Recently, Alicia Keys launched a #NoMakeup Movement, and has received a bit of flak for it.
Keys began the movement after she realized what a huge part of her life makeup was playing. She believed it was giving her a sense of false-confidence. Keys said in an essay for Lenny Letter:
"To fit in or be thought of as beautiful, you have to cover up to be a bit closer to perfect... Every time I left the house, I would be worried if I didn’t put on makeup: What if someone wanted a picture? What if they POSTED it??? These were the insecure, superficial, but honest thoughts I was thinking. And all of it, one way or another, was based too much on what other people thought of me."
Keys has stopped wearing makeup altogether, including in her performances and photo shoots in order to regain her own confidence, and she has invited all women to join her movement.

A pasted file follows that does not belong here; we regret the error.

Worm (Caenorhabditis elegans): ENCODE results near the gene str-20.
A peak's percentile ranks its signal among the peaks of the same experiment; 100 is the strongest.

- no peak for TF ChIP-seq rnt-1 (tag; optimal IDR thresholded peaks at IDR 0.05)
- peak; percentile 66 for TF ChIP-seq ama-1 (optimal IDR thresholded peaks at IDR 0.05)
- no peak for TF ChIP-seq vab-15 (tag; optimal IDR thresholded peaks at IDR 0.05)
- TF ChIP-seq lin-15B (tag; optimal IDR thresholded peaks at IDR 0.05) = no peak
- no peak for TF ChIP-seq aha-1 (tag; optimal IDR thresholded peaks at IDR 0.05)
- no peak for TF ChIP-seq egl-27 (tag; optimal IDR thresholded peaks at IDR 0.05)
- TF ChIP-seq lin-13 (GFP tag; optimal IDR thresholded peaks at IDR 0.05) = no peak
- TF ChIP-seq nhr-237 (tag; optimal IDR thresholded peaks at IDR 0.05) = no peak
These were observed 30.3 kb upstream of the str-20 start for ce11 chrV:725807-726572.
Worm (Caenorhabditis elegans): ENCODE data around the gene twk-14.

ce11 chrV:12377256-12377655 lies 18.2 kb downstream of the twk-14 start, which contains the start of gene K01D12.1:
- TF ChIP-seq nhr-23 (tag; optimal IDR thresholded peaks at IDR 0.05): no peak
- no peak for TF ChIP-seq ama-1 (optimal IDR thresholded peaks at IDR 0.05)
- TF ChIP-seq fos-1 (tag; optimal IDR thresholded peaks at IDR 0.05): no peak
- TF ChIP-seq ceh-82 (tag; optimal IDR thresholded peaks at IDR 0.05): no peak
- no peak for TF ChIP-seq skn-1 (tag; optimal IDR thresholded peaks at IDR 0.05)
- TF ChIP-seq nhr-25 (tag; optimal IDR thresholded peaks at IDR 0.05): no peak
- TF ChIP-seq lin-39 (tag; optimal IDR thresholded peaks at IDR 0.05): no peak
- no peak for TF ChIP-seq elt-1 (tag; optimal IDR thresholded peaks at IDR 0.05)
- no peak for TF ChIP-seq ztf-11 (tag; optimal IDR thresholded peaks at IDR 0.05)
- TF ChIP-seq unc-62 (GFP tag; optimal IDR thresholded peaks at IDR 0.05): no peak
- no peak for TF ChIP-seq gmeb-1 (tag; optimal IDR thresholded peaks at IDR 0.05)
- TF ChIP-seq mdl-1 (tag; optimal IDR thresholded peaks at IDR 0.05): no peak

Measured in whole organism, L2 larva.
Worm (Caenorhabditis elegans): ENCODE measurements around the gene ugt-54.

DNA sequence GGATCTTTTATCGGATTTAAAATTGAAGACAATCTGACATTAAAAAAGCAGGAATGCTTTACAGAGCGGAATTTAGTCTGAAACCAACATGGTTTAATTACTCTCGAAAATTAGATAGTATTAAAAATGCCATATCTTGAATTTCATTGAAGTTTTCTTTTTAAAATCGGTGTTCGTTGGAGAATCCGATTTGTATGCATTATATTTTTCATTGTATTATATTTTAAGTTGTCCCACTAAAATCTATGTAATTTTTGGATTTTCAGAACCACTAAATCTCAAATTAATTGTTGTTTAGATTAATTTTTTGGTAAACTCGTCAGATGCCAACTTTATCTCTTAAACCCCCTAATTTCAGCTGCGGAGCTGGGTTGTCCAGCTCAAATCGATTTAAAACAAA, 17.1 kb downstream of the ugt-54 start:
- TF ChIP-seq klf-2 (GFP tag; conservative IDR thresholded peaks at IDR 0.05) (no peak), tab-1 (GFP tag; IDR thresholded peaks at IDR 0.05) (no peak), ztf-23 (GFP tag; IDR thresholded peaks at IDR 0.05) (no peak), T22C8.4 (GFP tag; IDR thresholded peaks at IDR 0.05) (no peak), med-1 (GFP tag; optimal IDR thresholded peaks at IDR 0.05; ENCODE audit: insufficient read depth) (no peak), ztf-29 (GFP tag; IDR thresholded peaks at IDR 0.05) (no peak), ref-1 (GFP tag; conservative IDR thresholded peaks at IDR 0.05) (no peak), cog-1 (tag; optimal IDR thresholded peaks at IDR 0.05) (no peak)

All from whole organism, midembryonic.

Some, however, are not very fond of her movement. Why? They say that it is hard to listen to a woman with flawless skin - free of blemishes and wrinkles.
I understand this critique. If Keys wanted this to be a movement, she needed to reach women who aren't ready to put down the foundation and mascara every morning.
But to some extent, I am curious as to why we, as women, have to critique what Alicia Keys is doing. There is nothing wrong with what she is doing. She isn't forcing anyone to join her #NoMakeup Movement. Instead, she is trying to become a face of a movement that has helped begin to give her more confidence. Realizing that she is a role model for many young women, Keys begins this movement with the right intentions.
I think that as women, we must stand together. We don't have to support everything that the other is doing but we must respect our ability to choose and make our own decisions to empower ourselves. We should be working to build each other up instead of tearing one another down.
So while, I may not be prepared to put down the makeup brushes just yet, I applaud Keys' strength in building her own confidence and bringing a movement that empowers her, and likely several other women, to the public sphere.